Perhaps the greatest tragedy next to her early passing was the lack of Janis Joplin material released to the public after her death. She was missing from the original Woodstock movie and soundtrack album, except for a brief cameo in the film; the soundtrack to her biopic, Janis, failed to include the performances seen on the silver screen, Columbia having the audacity to leave songs off or put the version of "Cry Baby" from Pearl on the soundtrack, something as bogus as Milli Vanilli and something the artist would not have allowed had she lived; and there was never a live album released from her underrated Kozmic Blues Band. Joplin in Concert gave listeners Big Brother & the Holding Company as well as Full Tilt Boogie Band, but that wonderfully creative interim period only got to the fans through tape trading and this incredible bootleg disc. Sure, Woodstock 1969 has a muddy bootleg rough mix, but the performance by Janis Joplin is extraordinary. Where she reinvented the Bee Gees' "To Love Somebody" on the Kozmic Blues album, she reinvents it again in this pivotal performance. The band wasn't Blood, Sweat & Tears playing with precision, or Ten Wheel Drive wildly experimenting, but there is an absolute charm and importance that the Kozmic Blues Band display on this and other recordings. Just as Live at Winterland '68 vindicates Big Brother & the Holding Company from the rumor and innuendo, so too do performances like "Summertime" from this Woodstock 1969 underground release. The keyboards, horns, and guitar all combine to create the most rock & roll version of this classic Gershwin cover. Where the Cheap Thrills May 1968 performance was subtle acid rock by Big Brother, and the Full Tilt Boogie Band provide a slick wall of sound on 1970's Get It While You Can boot (another prize possession), this crunching performance is a complete blend of Janis Joplin's superior handle on the blues with a punch of musicians who had some clue that they were backing a living legend. It culminates with what may eventually be considered Joplin's true signature tune, "Kozmic Blues," which she composed with her producer, Gabriel Mekler. "Kozmic Blues" is a masterpiece of songwriting, and here the artist takes a complex composition and transforms it live. It is Janis Joplin preaching, it is her giving postgraduate philosophy, it is a band frozen in a moment of time, a concert performance for the ages, and a good argument for why these recordings deserve to reach the public. If this forces Sony's hand to give listeners a professional mix and high-profile release of Janis Joplin's material from Woodstock, all the better. It would be a wonderful companion piece to the Jimi Hendrix CD from this same event.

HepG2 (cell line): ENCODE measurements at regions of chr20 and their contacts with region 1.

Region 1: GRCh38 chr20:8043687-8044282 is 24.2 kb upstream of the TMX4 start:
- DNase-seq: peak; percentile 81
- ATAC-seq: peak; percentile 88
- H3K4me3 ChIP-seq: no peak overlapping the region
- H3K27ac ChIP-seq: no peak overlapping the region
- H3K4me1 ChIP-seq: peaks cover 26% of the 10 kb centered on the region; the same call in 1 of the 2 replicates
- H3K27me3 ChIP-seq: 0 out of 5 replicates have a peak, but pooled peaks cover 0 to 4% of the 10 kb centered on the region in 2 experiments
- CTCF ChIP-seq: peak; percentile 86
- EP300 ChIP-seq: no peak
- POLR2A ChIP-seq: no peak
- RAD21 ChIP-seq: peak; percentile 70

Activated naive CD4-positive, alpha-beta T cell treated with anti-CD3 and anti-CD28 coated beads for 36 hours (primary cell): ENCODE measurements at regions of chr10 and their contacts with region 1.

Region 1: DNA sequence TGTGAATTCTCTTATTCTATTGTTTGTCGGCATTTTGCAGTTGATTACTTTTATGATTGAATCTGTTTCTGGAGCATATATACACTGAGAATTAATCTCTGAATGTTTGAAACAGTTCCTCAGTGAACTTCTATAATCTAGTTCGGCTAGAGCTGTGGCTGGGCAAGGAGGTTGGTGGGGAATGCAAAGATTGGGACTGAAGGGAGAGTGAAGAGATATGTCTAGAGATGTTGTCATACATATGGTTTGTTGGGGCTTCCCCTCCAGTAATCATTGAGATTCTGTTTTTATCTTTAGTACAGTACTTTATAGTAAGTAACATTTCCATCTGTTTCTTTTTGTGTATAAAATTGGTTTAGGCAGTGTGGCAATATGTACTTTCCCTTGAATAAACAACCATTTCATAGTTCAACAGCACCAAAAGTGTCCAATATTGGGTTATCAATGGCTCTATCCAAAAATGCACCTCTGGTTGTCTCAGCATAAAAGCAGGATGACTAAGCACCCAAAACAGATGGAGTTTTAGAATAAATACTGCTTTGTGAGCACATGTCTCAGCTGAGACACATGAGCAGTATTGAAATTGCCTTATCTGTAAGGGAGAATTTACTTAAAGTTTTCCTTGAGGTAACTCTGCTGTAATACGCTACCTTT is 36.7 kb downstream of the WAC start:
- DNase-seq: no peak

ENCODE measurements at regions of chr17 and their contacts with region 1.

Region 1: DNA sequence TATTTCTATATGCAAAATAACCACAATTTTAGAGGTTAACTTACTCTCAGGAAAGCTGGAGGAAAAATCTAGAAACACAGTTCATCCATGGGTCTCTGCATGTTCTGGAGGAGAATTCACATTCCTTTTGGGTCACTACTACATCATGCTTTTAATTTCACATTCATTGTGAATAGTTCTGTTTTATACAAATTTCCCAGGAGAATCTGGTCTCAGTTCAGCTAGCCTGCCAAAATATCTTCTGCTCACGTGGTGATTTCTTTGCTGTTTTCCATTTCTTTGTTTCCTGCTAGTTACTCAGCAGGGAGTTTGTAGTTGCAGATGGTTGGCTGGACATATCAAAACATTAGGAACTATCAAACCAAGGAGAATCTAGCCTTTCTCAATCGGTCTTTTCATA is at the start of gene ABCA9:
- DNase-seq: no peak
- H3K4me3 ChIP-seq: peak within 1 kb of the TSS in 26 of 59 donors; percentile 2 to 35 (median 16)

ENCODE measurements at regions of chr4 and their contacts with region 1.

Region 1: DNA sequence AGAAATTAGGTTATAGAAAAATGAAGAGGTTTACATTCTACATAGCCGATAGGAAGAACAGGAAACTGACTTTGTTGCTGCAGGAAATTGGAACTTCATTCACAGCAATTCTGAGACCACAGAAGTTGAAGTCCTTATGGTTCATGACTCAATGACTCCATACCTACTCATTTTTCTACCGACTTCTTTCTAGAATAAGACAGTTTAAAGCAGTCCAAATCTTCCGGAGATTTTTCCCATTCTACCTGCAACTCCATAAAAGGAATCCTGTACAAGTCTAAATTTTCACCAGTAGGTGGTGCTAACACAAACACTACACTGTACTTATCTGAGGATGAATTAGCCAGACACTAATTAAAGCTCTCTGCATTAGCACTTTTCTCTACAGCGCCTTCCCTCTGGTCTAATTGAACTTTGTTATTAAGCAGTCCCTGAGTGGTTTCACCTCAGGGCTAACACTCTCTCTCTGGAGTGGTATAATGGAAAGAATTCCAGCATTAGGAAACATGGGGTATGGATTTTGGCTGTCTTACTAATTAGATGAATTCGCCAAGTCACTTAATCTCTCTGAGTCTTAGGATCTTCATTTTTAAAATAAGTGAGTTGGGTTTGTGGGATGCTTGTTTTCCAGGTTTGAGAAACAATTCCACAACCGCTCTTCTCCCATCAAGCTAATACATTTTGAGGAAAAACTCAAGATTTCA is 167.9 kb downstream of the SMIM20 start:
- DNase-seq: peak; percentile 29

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AllMusic Review by Joe Viglione